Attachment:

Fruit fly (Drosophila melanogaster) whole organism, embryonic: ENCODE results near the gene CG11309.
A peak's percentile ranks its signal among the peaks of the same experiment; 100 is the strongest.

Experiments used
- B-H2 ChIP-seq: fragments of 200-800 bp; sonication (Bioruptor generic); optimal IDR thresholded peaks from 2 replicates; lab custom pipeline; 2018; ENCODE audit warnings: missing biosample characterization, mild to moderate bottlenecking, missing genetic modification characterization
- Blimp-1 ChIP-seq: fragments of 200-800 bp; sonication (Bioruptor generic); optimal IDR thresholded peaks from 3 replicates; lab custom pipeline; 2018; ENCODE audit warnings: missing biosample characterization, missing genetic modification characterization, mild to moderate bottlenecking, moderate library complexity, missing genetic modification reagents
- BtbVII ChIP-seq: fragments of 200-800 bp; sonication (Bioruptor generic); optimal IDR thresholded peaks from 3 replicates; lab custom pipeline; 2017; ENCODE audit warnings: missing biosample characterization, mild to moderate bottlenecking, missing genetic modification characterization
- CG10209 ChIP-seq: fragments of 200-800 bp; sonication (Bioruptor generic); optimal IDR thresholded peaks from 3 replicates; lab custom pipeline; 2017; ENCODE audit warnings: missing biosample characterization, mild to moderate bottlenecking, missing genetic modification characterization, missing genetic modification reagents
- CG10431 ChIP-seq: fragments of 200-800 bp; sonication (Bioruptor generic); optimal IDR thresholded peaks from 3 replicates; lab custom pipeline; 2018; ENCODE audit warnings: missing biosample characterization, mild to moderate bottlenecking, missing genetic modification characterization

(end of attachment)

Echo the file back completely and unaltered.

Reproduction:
Fruit fly (Drosophila melanogaster) whole organism, embryonic: ENCODE results near the gene CG11309.
A peak's percentile ranks its signal among the peaks of the same experiment; 100 is the strongest.

Experiments used
- B-H2 ChIP-seq: fragments of 200-800 bp; sonication (Bioruptor generic); optimal IDR thresholded peaks from 2 replicates; lab custom pipeline; 2018; ENCODE audit warnings: missing biosample characterization, mild to moderate bottlenecking, missing genetic modification characterization
- Blimp-1 ChIP-seq: fragments of 200-800 bp; sonication (Bioruptor generic); optimal IDR thresholded peaks from 3 replicates; lab custom pipeline; 2018; ENCODE audit warnings: missing biosample characterization, missing genetic modification characterization, mild to moderate bottlenecking, moderate library complexity, missing genetic modification reagents
- BtbVII ChIP-seq: fragments of 200-800 bp; sonication (Bioruptor generic); optimal IDR thresholded peaks from 3 replicates; lab custom pipeline; 2017; ENCODE audit warnings: missing biosample characterization, mild to moderate bottlenecking, missing genetic modification characterization
- CG10209 ChIP-seq: fragments of 200-800 bp; sonication (Bioruptor generic); optimal IDR thresholded peaks from 3 replicates; lab custom pipeline; 2017; ENCODE audit warnings: missing biosample characterization, mild to moderate bottlenecking, missing genetic modification characterization, missing genetic modification reagents
- CG10431 ChIP-seq: fragments of 200-800 bp; sonication (Bioruptor generic); optimal IDR thresholded peaks from 3 replicates; lab custom pipeline; 2018; ENCODE audit warnings: missing biosample characterization, mild to moderate bottlenecking, missing genetic modification characterization